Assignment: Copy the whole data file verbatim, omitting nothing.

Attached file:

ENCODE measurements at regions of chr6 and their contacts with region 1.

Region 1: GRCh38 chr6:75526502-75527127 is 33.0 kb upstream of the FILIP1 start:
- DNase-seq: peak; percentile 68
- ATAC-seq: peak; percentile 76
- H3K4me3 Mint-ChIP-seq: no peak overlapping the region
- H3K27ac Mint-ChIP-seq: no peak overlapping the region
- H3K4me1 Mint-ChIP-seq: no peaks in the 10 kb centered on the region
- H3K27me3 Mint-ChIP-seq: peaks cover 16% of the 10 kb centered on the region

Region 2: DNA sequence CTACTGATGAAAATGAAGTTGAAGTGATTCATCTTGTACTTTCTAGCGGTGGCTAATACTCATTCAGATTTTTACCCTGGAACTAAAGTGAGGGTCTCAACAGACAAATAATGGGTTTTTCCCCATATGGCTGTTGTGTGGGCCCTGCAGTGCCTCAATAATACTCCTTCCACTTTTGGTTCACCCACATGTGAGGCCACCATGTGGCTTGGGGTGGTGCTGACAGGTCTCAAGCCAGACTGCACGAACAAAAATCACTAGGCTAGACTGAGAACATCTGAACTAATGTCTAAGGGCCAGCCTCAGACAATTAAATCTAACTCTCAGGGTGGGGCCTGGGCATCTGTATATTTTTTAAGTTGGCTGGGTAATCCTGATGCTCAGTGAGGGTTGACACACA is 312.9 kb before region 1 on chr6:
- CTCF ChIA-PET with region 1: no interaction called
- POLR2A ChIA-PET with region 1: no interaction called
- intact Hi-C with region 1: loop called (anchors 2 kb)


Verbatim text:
ENCODE measurements at regions of chr6 and their contacts with region 1.

Region 1: GRCh38 chr6:75526502-75527127 is 33.0 kb upstream of the FILIP1 start:
- DNase-seq: peak; percentile 68
- ATAC-seq: peak; percentile 76
- H3K4me3 Mint-ChIP-seq: no peak overlapping the region
- H3K27ac Mint-ChIP-seq: no peak overlapping the region
- H3K4me1 Mint-ChIP-seq: no peaks in the 10 kb centered on the region
- H3K27me3 Mint-ChIP-seq: peaks cover 16% of the 10 kb centered on the region

Region 2: DNA sequence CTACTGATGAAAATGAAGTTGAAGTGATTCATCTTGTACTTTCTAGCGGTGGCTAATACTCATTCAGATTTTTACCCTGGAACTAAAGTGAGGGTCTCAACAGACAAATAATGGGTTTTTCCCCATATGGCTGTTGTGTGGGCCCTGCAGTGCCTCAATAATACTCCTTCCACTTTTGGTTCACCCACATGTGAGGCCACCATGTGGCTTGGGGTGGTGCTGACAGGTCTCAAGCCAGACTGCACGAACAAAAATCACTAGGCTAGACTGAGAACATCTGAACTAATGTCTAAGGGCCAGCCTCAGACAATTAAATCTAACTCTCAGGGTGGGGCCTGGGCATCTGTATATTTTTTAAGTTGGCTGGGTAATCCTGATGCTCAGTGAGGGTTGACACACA is 312.9 kb before region 1 on chr6:
- CTCF ChIA-PET with region 1: no interaction called
- POLR2A ChIA-PET with region 1: no interaction called
- intact Hi-C with region 1: loop called (anchors 2 kb)